May 22, 2024 Last Updated 6:09 AM, May 21, 2024

Political Rights

Gambling with truth

Aceh’s Commission for Truth and Reconciliation has an important, though delicate, mission ahead

Indonesia’s diaspora citizens

After decades of neglect, Indonesia’s diaspora demands more rights

When ‘home’ is not home

Locals react coolly to ex-transmigrants who return to Java after fleeing violence elsewhere

A drink for humanity

Honouring Indonesian activist Putu Oka Sukanta for humanity

Masa lalu yang tersembunyi

Esai foto-foto Pulau Buru

No ‘magic bullet’

Dealing with human rights abuses has been business as usual under the Jokowi administration

I am Suciwati

A monologue

Review: The Crocodile Hole

Saskia Wieringa’s latest novel brings to life a dark period in Indonesia’s past

A hidden past

The state should acknowledge the contribution of political prisoners on Buru

Politics from below

Street vendors have organised successfully at the local level, but effective national organisation has proved more elusive

Review: Coming to terms with 1965

Can the descendants of both sides of 1965 come together to help the nation achieve reconciliation?

Election year

Edward Aspinall Indonesia’s legislative elections offer a window into the deep forces shaping the country, and a glimpse of its political future Indonesia is part way through its election year, having held its legislative elections on 9 April, and with the country now gearing up for the first round of the presidential polls in July. With more than 235,000 candidates running for seats in national, provincial and district legislatures around the country, the April poll was a massive logistical affair. It was also the culmination of years of effort, expense and stress for a huge number of people. Yet in some ways, the actual results of the election were an anti-climax.

Remembering Munir

A museum dedicated to the memory of the famous activist strives to promote human rights awareness among the younger generation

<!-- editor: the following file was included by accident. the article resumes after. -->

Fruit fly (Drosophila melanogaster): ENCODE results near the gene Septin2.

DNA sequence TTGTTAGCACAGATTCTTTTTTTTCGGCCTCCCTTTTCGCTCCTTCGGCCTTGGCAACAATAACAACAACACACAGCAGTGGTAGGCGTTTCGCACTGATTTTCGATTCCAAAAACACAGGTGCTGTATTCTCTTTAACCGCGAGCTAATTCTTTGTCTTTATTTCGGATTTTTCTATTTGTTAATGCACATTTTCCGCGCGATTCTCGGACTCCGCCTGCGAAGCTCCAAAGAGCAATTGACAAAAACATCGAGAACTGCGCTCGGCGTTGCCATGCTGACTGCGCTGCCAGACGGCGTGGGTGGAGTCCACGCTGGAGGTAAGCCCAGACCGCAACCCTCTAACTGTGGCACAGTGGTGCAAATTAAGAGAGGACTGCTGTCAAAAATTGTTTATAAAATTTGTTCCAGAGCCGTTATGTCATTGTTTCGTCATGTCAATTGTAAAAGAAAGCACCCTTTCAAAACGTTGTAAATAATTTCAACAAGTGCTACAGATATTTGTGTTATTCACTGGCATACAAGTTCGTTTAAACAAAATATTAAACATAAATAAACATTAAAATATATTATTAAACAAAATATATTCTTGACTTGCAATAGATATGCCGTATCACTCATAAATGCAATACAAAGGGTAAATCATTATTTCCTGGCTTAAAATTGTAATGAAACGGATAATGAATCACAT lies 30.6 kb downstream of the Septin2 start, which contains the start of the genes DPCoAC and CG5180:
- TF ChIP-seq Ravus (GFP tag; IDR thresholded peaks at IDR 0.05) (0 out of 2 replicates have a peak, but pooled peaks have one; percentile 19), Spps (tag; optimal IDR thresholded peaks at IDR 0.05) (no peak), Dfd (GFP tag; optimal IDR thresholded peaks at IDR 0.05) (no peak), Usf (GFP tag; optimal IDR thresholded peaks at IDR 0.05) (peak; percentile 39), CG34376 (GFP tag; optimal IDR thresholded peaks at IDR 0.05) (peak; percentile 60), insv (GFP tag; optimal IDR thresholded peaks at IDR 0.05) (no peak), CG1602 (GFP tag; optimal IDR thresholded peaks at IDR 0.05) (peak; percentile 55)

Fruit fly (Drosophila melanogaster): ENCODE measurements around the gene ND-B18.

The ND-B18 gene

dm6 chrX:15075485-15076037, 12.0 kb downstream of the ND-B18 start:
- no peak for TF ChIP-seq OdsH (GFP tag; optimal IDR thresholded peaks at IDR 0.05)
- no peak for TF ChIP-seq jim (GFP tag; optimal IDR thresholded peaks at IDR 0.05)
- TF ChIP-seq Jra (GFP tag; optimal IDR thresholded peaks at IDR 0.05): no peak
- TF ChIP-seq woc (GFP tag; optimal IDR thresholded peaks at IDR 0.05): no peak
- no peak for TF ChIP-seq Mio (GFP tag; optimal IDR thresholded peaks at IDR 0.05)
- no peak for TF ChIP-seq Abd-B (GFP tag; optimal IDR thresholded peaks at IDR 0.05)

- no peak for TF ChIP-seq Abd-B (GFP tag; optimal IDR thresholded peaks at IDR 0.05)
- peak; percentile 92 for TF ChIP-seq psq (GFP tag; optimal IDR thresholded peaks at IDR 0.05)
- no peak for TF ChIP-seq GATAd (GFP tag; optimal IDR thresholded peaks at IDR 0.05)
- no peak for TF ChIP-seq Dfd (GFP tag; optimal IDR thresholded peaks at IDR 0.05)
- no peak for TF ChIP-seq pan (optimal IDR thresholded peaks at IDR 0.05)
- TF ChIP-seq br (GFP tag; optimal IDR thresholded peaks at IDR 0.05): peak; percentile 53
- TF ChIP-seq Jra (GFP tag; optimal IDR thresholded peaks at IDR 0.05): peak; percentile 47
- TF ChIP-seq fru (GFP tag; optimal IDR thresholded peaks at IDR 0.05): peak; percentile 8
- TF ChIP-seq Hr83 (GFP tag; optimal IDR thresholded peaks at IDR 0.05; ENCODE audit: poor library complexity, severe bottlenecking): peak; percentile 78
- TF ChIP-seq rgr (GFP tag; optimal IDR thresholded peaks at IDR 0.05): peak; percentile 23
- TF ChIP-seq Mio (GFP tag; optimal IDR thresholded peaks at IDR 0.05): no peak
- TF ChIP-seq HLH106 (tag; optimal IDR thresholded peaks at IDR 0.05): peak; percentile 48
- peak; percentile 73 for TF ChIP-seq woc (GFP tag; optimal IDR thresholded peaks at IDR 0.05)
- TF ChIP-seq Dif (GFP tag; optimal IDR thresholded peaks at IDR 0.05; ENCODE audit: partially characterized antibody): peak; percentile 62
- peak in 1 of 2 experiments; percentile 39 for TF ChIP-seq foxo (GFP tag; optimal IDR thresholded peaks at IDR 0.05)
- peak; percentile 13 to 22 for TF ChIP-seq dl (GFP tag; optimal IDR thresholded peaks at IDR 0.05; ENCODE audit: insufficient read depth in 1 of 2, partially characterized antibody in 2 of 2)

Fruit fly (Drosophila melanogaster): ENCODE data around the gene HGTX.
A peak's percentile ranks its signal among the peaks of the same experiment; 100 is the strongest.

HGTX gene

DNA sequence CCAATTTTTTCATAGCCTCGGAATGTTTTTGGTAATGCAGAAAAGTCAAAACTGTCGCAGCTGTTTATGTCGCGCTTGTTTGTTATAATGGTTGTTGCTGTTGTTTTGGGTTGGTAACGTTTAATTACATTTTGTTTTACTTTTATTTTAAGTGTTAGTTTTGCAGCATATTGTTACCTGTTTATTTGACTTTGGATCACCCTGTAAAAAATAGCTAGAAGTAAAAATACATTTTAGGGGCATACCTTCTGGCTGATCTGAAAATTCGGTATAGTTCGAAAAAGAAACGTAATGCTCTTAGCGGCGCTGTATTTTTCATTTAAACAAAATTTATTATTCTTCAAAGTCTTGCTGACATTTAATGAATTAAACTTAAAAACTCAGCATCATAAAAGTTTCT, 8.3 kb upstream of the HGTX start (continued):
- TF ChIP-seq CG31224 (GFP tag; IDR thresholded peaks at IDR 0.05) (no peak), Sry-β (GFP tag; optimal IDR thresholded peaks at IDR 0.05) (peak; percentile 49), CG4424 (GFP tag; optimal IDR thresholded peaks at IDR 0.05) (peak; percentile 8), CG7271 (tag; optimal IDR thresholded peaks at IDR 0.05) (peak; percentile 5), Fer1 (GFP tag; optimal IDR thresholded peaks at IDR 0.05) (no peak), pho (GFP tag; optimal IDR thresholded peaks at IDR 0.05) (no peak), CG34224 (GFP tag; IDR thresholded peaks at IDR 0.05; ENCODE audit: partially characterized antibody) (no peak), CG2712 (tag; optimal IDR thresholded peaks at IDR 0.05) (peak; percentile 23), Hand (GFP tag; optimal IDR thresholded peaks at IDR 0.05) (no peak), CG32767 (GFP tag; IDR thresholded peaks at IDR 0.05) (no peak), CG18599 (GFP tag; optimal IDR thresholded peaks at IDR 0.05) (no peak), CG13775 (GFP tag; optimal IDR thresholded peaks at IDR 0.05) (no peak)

Seeking identity, seeking Indonesia

Pulang'sauthor reflects on writing the stories of those unseen and unheard

Big prison, little prison

Stories from Papua’s political prisoners show life at the edge of freedom

On the struggle for press freedom

Former political prisoner Eko Maryadi speaks to Nikki Edwards about his incarceration during the New Order

Review: At the scene of the crime

Essays, reflections and poetry on East Timor, 1999-2010

Living without a state

People in rural Papua are more interested in basic services than grand political struggles

Survival through slavery

Suspected communists who survived the killings of 1965-66 in South Sulawesi spent the next 20 years working for the military in an isolated jungle camp

Latest Articles

Labouring in vain?

May 03, 2024 - HASNA A. FADHILAH

The Labour Party (Partai Buruh) was revived in the wake of opposition to the Omnibus Law on Job Creation, but failure in the 2024 election shows they failed to connect...

Book review: Uncovering Suharto's Cold War

Apr 19, 2024 - VIRDIKA RIZKY UTAMA

Film review: Inheriting collective memories through 'Eksil'

Apr 12, 2024 - WAHYUDI AKMALIAH

A documentary embraced by TikTokers is changing how young people understand Indonesia’s past

Indonesians call for climate action through music

Apr 11, 2024 - JULIA WINTERFLOOD

Self-education and lived experience of the impacts of climate change, are driving a grassroots environmental movement

Book review: Clive of Indonesia

Apr 05, 2024 - DUNCAN GRAHAM

Subscribe to Inside Indonesia

Receive Inside Indonesia's latest articles and quarterly editions in your inbox.

Bacaan Bumi: Pemikiran Ekologis – sebuah suplemen Inside Indonesia

Lontar Modern Indonesia

Lontar-Logo-Ok

 

A selection of stories from the Indonesian classics and modern writers, periodically published free for Inside Indonesia readers, courtesy of Lontar.